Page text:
March 7, 2021: If you heard of a polar vortex, you might know it has something to do with very cold weather.
What is a polar vortex?
A polar vortex is a low-pressure area a wide expanse of swirling cold air that is parked in polar regions.
During winters, this expands at the North Pole, sending cold air southward. This happens fairly regularly and is often associated with outbreaks of cold temperatures in the United States.
What causes a polar vortex?
Sometimes this low-pressure system, full of arctic air, air weaken and travel from its usual position.
As this system weakens, part of the Polar vortex can break off and migrate south, bringing plenty of cold air with it. Areas as far south as Florida may experience article weather as result.
When the low-pressure system is strong and healthy, it keeps the jet stream travelling around Earth in a circular path.
The jet stream is a band of reliably strong wind that plays a key role in keeping colder air north and warmer air south. But when the vortex weakens, part of the weakened low-pressure system can break off.
This breaking off process is what causes a polar vortex.
Without that strong low-pressure system, the jet stream does not have enough force to maintain its usual path.
It becomes wavy and rambling. When high pressure system gets in its way, a collection of cold air pushes south, along with the rest of the Polar vortex system.
Why it is important
For the first time in two decades, temperatures in the US are so cold that scientists and meteorologists are addressing it a polar vortex causing dangerously cold conditions with wind chill values as low as 60 degree below zero.
According to Sam Houston State University, a polar vortex is formed during the Polar winter when stratospheric air moves in a circular motion, with an area of relatively still air in its centre. The temperature in the vortex is approximately -130 ° F (-80°C), which assist in the formation of polar stratospheric clouds. It is the most dangerous when it weakens as it creates.
More acute winter conditions lead to extreme frigid weather conditions in the eastern US.
Some are quick to blame this extreme cold on global warming and the decline of Artic Sea ice. In the Arctic, the temperature has increased at twice the rate as the rest of the globe and could increase by another 14 degrees F by the end of this century.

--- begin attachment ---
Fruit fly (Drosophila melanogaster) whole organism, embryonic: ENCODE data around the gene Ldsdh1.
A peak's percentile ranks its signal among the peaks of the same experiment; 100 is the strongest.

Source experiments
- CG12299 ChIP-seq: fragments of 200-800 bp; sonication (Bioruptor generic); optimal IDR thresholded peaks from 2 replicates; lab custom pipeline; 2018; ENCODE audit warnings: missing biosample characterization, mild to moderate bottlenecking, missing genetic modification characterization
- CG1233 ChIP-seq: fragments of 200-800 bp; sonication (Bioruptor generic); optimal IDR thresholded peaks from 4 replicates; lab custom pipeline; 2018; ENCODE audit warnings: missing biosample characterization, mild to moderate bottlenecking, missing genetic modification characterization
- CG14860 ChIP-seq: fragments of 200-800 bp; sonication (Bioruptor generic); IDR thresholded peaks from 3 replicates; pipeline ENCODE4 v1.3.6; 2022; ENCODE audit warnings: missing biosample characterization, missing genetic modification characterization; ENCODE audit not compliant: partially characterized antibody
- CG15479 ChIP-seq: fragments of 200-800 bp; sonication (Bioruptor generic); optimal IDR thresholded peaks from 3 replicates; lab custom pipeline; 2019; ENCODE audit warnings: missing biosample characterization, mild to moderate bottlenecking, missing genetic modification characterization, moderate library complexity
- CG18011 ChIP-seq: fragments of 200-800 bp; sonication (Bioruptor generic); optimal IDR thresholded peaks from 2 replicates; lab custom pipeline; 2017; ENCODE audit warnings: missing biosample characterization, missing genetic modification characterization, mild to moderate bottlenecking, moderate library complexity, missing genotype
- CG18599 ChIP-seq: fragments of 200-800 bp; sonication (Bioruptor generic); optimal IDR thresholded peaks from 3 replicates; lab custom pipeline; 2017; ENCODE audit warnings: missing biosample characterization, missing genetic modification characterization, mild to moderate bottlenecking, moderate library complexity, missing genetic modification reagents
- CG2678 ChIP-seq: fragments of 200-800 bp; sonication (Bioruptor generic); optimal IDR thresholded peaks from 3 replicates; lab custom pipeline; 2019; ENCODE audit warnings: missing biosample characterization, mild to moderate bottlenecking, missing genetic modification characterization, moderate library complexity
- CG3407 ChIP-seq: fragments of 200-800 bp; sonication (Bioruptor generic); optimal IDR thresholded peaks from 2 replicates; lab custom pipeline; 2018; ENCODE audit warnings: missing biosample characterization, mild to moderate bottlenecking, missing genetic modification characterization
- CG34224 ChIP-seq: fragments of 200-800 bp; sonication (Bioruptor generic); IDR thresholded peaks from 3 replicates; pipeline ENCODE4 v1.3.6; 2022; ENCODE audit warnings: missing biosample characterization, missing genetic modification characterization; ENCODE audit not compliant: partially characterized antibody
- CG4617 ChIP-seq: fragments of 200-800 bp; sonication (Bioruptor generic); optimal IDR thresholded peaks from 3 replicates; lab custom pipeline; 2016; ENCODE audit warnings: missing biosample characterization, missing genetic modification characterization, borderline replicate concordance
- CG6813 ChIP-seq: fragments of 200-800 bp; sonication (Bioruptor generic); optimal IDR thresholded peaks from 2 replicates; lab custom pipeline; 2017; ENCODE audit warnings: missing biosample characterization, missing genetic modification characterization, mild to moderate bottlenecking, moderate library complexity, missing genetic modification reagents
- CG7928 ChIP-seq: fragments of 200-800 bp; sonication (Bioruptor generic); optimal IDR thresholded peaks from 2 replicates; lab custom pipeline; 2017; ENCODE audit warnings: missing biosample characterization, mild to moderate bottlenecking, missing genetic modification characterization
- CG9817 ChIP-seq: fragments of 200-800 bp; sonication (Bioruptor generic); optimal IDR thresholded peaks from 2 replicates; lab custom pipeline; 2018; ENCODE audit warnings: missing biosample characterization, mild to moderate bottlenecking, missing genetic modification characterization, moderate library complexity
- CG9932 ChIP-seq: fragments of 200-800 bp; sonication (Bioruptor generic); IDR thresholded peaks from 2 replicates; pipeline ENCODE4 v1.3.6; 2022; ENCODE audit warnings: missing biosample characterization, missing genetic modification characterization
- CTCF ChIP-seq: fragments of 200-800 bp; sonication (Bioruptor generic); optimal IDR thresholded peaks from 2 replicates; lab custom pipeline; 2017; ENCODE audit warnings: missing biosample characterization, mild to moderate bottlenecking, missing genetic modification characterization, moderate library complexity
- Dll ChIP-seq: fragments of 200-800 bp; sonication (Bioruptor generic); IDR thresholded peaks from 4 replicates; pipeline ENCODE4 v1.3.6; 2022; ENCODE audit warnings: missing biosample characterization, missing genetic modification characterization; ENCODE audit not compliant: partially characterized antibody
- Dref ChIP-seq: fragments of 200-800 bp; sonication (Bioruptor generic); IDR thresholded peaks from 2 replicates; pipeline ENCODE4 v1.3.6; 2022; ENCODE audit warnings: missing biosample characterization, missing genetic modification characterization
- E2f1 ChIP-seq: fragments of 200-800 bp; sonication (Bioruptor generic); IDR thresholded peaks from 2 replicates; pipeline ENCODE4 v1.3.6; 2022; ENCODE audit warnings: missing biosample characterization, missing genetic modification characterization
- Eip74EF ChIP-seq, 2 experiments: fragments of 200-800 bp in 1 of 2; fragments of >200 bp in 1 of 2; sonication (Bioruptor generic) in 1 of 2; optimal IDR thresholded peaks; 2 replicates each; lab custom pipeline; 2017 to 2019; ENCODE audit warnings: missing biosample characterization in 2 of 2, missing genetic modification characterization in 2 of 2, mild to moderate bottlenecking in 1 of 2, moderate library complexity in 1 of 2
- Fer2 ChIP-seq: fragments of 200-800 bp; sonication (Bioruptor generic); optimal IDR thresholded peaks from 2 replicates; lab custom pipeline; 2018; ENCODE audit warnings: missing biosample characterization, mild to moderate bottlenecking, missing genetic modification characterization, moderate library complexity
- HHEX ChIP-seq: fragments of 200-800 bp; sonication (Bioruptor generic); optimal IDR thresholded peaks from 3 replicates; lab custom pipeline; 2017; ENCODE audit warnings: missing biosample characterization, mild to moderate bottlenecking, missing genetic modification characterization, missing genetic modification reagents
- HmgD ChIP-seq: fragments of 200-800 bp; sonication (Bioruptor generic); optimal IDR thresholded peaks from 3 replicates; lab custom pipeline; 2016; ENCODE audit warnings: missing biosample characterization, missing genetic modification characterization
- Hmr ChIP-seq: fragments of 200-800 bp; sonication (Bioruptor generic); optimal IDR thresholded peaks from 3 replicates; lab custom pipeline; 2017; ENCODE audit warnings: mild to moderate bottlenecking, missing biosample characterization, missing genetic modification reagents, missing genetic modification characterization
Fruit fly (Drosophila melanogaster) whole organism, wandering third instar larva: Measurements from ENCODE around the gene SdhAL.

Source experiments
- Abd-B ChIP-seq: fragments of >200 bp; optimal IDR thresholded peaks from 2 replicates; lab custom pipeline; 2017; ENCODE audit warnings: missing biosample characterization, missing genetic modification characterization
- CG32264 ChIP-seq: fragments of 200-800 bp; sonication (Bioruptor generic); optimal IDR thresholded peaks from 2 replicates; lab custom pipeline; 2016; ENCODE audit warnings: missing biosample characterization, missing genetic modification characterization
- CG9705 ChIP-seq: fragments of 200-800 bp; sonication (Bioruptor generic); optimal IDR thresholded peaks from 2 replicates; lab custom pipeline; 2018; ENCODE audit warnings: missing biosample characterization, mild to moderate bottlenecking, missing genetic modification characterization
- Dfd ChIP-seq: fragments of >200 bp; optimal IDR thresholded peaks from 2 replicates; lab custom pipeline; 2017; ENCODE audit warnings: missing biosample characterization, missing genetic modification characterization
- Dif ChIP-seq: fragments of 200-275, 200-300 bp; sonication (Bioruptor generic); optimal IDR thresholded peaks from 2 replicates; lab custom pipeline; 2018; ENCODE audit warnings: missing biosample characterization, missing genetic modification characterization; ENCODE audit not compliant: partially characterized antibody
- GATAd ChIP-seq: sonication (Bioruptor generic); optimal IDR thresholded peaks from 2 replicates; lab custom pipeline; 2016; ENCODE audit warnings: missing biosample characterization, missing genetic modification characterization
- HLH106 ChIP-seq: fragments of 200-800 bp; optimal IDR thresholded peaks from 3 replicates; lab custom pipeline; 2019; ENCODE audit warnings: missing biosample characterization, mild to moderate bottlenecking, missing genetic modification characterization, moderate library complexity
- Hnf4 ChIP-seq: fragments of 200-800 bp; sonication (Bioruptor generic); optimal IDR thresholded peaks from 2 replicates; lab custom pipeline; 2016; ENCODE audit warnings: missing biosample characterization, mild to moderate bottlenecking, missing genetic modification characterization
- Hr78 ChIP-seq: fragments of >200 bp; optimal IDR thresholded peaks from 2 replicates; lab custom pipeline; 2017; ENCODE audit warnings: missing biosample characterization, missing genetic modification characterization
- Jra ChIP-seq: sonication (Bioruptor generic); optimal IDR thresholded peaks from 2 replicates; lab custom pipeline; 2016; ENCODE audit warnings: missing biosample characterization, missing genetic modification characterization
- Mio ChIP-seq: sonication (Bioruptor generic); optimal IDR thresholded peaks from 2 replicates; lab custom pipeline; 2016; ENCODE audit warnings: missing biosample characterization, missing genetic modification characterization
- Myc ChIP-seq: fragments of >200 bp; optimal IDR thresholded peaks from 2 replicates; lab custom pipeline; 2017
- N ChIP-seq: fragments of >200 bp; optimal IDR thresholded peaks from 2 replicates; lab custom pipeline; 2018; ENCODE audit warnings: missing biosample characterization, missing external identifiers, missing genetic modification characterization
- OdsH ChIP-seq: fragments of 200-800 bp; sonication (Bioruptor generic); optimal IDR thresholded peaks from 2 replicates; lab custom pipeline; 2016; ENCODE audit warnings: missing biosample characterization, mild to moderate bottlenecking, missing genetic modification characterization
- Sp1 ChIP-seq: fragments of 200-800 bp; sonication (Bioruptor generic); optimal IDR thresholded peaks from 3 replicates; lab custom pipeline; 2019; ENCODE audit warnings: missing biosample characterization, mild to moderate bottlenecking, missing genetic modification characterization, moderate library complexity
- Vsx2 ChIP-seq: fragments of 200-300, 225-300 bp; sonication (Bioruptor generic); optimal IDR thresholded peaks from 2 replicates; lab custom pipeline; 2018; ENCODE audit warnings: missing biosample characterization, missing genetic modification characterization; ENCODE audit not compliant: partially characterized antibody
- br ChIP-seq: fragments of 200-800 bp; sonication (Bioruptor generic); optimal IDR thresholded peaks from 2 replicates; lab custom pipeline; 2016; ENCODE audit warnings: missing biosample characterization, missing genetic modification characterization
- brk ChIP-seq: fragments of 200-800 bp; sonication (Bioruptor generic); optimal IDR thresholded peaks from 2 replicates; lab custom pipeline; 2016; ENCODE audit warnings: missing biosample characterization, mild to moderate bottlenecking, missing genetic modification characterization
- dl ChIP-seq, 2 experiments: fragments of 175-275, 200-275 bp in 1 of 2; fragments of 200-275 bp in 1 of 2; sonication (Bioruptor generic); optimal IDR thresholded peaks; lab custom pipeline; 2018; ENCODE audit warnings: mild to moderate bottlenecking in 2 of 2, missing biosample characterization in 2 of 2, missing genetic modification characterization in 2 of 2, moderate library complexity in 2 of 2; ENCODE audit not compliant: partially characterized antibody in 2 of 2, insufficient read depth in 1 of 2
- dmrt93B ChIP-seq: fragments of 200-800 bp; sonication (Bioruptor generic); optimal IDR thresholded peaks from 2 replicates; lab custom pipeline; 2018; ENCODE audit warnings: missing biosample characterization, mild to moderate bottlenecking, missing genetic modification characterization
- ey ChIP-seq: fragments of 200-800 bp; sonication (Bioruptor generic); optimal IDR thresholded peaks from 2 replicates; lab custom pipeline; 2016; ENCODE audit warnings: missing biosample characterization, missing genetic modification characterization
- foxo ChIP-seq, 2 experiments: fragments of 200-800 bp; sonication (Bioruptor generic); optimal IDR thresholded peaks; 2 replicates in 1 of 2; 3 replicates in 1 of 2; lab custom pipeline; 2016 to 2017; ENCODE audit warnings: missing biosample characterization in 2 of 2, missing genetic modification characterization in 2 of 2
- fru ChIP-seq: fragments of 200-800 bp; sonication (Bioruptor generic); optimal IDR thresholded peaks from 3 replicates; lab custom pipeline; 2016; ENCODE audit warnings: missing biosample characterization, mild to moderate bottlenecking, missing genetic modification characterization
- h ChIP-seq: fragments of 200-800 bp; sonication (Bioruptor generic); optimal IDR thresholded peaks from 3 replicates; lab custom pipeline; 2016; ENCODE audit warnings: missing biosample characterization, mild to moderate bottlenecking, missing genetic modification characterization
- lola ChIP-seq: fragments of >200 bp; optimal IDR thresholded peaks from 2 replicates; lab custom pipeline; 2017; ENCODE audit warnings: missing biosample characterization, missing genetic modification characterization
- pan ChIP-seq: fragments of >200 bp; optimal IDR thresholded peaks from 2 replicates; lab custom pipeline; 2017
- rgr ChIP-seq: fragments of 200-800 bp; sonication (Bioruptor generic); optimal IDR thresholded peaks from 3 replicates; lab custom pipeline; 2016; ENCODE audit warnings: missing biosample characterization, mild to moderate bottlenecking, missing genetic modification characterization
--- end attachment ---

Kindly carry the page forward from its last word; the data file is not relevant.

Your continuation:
The warming atmosphere along with new weather pattern extremes is causing Artic sea ice at an alarming rate 12 per cent per decade that suggests the Artic will be ice free by 2030.
Sea ice forms and melts in sea water, as opposed to land-based ice such as glaciers, ice sheets and icebergs and it plays a critical role in global ocean circulation.
Sea ice is generally moderated by sunlight. It grows in the winter and melts in the summer but there are other factors at play in the decline of ice in the Arctic Ocean.
Warm ocean currents travel north from the equator and usher in warmer and warmer water, making sea ice growth difficult.
Arctic sea ice is an important component of the global climate system.
The Polar ice caps help to regulate global temperature by reflecting sunlight back into space.
White snow and ice at the poles reflect sunlight, but a dark ocean absorbs it. The impact of an ice-free Arctic is far reaching and could be a trigger for abrupt, cataclysmic climate change in future.
Although it is difficult to see exactly how sea ice decline will impact the local and global environment, basic understanding of the Arctic as well as recent observation give us a good idea of how things might change.